Wataru Misaka, Weber State University alumnus and first non-white player in the Basketball Association of America (BAA), returned to his alma mater for the screening of “Transcending – The Wat Misaka Story” on Nov. 7 in the Lindquist Alumni Center.
Weber State University Archives co-sponsored the event with Alumni Relations.
“Transcending” follows the trajectory of Misaka’s life, centering around basketball. The film includes interviews with Misaka, his family, previous teammates and sports aficionados.
Misaka was born and raised in Ogden under the roof of Japanese-born immigrants. He attended then-named Weber Junior College, leading Wildcats to the Intermountain Collegiate Athletics Conference (ICAC) championship in 1942 and 1943.
Beyond basketball, Misaka was involved in the track team, he was secretary of the Wildcat Club and he earned his associate of science degree, graduating with high honors.
After serving two years in the U.S. Army, Misaka was selected as the first draft pick for the New York Knicks in 1947. Misaka was drafted to the Knicks despite the anti-Japanese sentiment during World War II, in part because of his performances at tournaments in Madison Square Garden.
The film drew attention to Misaka’s special brand of play. In his collegiate years, players sat on the court and couldn’t talk to their coach during timeouts. Players during this era needed a leader on the court, and Misaka played that role at the collegiate level.
“Transcending” directors Bruce Alan Johnson and Christine Toy Johnson learned about Misaka while sitting in Paul Osaki’s office in 2006. Osaki worked for the Japanese Cultural and Community Center of Northern California.
“Paul told us (Misaka’s) story, and we were just immediately drawn to it. We thought that story is not known widely enough, and we want to make sure it is,” Christine Johnson said.
Osaki contacted Misaka’s wife, Katie Misaka. She acted as a liason between the directors and her husband.
“Wat’s reply was ‘Well it’s no big deal. Nobody outside the state of Utah really cares, but if you want to come talk to us you can’,” Bruce Johnson said about his initial call with Misaka.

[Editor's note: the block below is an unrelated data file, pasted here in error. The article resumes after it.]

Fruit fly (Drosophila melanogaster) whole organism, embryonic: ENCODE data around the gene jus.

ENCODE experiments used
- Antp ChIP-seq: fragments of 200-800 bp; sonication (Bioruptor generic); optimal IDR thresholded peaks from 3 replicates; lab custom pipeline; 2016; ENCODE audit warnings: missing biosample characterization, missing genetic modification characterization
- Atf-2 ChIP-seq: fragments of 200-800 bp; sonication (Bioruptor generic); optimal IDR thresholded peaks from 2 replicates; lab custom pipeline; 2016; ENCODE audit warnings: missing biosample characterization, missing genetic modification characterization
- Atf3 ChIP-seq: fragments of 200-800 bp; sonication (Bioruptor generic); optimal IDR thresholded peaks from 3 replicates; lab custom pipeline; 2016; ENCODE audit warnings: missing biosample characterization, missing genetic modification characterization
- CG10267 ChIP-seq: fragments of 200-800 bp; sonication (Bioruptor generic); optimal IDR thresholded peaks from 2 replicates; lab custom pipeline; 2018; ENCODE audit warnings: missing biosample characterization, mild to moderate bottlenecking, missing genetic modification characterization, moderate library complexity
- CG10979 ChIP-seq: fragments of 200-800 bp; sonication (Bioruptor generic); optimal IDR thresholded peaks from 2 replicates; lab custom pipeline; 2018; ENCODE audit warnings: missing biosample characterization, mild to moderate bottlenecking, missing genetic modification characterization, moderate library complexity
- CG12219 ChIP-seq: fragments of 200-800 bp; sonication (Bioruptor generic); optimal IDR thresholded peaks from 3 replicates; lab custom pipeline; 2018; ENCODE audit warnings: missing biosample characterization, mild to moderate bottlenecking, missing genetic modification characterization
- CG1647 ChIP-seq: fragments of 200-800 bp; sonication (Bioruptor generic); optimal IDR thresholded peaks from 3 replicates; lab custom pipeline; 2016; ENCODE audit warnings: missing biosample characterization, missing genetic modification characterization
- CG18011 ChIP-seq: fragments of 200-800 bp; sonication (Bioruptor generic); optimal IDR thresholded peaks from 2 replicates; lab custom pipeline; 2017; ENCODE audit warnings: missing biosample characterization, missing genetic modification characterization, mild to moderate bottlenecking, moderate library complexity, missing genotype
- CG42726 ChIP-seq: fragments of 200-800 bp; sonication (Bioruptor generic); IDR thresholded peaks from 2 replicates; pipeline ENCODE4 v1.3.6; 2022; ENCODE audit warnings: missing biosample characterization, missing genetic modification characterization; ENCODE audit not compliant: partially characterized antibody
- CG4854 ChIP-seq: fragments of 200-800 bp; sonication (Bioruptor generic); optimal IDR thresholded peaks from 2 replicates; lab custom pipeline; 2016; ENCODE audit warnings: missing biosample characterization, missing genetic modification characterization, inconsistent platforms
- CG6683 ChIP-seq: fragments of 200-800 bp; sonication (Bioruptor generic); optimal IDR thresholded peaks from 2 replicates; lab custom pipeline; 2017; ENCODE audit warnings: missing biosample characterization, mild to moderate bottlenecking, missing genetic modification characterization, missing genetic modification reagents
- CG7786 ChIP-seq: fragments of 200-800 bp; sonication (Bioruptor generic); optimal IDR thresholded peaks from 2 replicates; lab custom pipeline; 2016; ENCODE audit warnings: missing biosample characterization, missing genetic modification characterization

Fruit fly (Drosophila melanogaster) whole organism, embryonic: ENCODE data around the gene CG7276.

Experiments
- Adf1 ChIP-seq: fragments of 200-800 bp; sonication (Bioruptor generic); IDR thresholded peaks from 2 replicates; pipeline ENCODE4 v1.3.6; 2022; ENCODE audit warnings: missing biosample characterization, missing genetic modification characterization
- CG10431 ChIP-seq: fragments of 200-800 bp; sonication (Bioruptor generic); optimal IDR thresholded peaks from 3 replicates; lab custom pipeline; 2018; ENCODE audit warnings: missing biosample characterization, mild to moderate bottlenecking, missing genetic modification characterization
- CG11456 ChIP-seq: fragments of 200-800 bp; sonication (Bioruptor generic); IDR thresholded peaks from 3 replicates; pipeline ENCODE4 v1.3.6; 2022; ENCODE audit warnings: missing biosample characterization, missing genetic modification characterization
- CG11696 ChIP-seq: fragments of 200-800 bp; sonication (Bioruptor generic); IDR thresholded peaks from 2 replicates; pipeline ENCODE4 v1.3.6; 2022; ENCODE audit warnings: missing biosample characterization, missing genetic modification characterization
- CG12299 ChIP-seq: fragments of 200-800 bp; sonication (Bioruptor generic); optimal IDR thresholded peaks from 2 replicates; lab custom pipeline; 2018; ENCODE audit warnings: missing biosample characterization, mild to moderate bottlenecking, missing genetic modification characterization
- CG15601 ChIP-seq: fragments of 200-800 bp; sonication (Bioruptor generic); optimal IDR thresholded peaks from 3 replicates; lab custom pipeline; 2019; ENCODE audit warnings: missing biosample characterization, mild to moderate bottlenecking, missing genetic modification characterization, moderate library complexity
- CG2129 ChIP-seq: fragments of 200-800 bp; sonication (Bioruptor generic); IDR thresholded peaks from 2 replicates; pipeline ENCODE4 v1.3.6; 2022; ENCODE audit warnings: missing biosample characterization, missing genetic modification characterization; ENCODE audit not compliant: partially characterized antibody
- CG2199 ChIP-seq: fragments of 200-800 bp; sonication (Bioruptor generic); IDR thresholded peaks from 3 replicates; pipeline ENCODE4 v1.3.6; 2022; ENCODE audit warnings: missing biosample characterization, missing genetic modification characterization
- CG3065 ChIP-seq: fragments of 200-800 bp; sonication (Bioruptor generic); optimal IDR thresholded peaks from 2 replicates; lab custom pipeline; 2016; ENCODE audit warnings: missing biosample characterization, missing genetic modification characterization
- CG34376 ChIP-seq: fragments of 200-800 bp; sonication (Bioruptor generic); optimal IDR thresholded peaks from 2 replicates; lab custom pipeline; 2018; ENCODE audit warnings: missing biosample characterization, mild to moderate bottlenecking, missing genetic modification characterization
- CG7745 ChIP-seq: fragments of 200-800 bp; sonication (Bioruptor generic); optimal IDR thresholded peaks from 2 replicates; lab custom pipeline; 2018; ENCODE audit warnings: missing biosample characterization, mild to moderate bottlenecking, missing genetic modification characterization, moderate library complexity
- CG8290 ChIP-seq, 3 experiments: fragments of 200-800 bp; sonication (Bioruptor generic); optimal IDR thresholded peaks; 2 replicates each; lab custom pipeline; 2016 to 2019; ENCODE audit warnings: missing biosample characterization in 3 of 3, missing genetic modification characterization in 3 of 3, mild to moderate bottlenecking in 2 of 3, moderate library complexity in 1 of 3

Misaka’s professional career with the Knicks lasted three games, totaling seven points. He returned to Utah to earn his degree and work as an engineer. Despite his short-lived career in the precursor league to the NBA, Misaka remains the first person of color drafted into the BAA, a claim not universally accepted.
Bruce and Christine Johnson didn’t think calling Misaka “the first person of color in the NBA” would be met with push back, but it was. Christine Johnson credited this to discussion of race in the U.S. being polarizing.
Christian Phomsouvanh, WSU junior and president of the Asian Students Involvement Association, said the event was an opportunity to not only learn about WSU history, but also about ethnic minorities.
“I think it’s important for a lot of multicultural groups and ethnic minorities to be proud of who they are and celebrate things like this because he has so many great accomplishments, and I feel like not a lot of people know who he is or what he’s done,” Phomsouvanh said.
While Misaka is not a household name like Jackie Robinson, and although he believes only Utahns would care about his story, he has begun to receive recognition for what he accomplished.
He was inducted into the Utah Sports Hall of Fame in 1999 and into the Weber State Athletics Hall of Fame in 2011. President Barack Obama welcomed Misaka to the White House in 2009. During the summer, Ogden named a newly resurfaced public court at Liberty Park the “Kilowatt Court” after Misaka’s nickname.